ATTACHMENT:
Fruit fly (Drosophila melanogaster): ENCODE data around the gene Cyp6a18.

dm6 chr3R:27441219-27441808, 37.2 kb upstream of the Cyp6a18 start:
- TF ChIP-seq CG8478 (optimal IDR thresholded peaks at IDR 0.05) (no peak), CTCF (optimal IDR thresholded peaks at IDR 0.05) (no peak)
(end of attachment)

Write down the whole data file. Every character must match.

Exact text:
Fruit fly (Drosophila melanogaster): ENCODE data around the gene Cyp6a18.

dm6 chr3R:27441219-27441808, 37.2 kb upstream of the Cyp6a18 start:
- TF ChIP-seq CG8478 (optimal IDR thresholded peaks at IDR 0.05) (no peak), CTCF (optimal IDR thresholded peaks at IDR 0.05) (no peak)